Thinkers outside India in
times of Mahavira
Jaina ideas are confined, in modern times, to India. But that does not
seem to be the position in the past. As we have already noted, 6th Century
B.C. was the period of great intellectual fervor in Greece and countries
did not remain entirely isolated. Even before the dawn of history the
Indus valley culture of India was closely connected with the contemporary
cultures in Mesopotamia and Asia Minor. The commercial links between the
mouths of Indus and Persian Gulf was continuing even in times of Mahavira.
As early as 975 B.C. Phoenicians provided link between Mediterranean and
In about 510 B.C. Darius is said to have sent a Greek mercenary named
Seylax to the mouth of the Indus.
Heredotus (484 B.C.) who flourished round about the time of Mahavira
gives some details about the two races of India - one dark aboriginals and
the other fair looking Aryans. He also makes a reference to a religious
sect in India which ate nothing which had life and lived on grains. This
is a likely reference to Jainas.
In 580 B.C. Pythagoras was born. He seems to have been deeply
influenced by Jaina doctrines of Lord Parsva. H.G.Rawlinson notes in his
Essay on Early contacts between India and Europe as under :
"The most starting of the theories of Pythagoras was that of the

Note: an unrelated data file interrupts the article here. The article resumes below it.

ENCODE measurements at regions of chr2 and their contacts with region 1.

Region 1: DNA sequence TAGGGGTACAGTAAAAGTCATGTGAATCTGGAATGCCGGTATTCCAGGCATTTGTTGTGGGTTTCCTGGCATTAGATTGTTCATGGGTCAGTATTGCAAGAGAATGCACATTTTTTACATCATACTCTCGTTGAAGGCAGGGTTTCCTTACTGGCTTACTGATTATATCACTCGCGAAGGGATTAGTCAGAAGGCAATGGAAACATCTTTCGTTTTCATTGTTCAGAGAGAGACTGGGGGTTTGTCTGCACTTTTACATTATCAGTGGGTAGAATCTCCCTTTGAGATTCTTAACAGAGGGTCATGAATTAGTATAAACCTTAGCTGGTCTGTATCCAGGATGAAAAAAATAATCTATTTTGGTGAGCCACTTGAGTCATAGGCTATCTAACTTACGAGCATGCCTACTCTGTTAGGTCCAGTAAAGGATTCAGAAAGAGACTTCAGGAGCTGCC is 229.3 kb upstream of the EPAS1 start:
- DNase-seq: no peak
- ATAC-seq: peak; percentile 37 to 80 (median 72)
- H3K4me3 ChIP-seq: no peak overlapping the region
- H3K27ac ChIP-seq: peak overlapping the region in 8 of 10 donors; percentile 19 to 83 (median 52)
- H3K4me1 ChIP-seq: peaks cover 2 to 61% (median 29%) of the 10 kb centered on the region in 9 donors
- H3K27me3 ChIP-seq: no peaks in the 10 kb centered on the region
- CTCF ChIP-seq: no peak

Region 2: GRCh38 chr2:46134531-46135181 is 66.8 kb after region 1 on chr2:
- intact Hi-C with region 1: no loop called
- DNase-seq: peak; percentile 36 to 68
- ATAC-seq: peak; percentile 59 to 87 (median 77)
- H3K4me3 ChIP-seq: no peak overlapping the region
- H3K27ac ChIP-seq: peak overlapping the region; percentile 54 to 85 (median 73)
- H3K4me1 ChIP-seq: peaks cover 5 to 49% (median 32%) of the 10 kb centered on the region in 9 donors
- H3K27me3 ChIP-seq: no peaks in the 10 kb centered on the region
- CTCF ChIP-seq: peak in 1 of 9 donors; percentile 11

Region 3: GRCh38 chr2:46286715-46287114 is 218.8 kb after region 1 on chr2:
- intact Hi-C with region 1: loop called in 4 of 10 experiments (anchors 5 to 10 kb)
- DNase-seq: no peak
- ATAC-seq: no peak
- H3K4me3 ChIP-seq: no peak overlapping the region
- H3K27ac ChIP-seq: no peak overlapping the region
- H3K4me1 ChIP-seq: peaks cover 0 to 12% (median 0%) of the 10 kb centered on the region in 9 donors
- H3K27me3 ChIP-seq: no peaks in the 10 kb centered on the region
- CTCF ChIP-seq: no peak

transmigration of the soul from body to body.... Almost all the theories
religious, philosophical and mathematical, though by the Pythagoreans,
were known in India in 6th cent. B.C. and the Pythagoreans, like Jainas
and Buddhists, refrained from the destruction of life and eating meat, and
regarded, certain vegetables, such as beans, as baboo."
He further records in the same essay :
"The theory of metapsychosis plays almost as great a part in Greek as
in Indian religious thought. Both Pythegoras and Empedocles claimed to
possess power of recollecting their past births. Metempsychosis is
referred to in the many passages in Pindat and with the contemporary
doctrine of Karma, it is the key-stone of the philosophy of Plato. The
soul is ever travelling through a ï¿½Cycle of necessity'.
About the Greek philosopher Empedocles, he records:
"Empedocles, besides believing in transmigration, held a number of
tenets which are curiously like those of Kapila, the author of Sankhya-system.
Empedocles, looks on matter as consisting of four elements, earth, water,
air and fire acted upon by the motive forces of love and hate."
During this time China witnessed the ideological impact of two great
personalities of the world, namely Lao-tse and confusius (born 551 B.C.).
Lao-tse's teaching was very much similar to that of Mahavira ï¿½The
wisest thing in life', he says, "...is never to get one self involved in
His philosophy was, "All things in nature do their work quietly. They
become nothing and they possess nothing. They fulfil their purpose and
they crave nothing. All things accomplish their ends; then we see them
recede again. When they have reached their prime they return to their
source. This withdrawal is peace and fulfilment of destiny. This ebb and
flow is an eternal law. To know that law is wisdom."
This, indeed, sounds very much like the sayings of Buddha.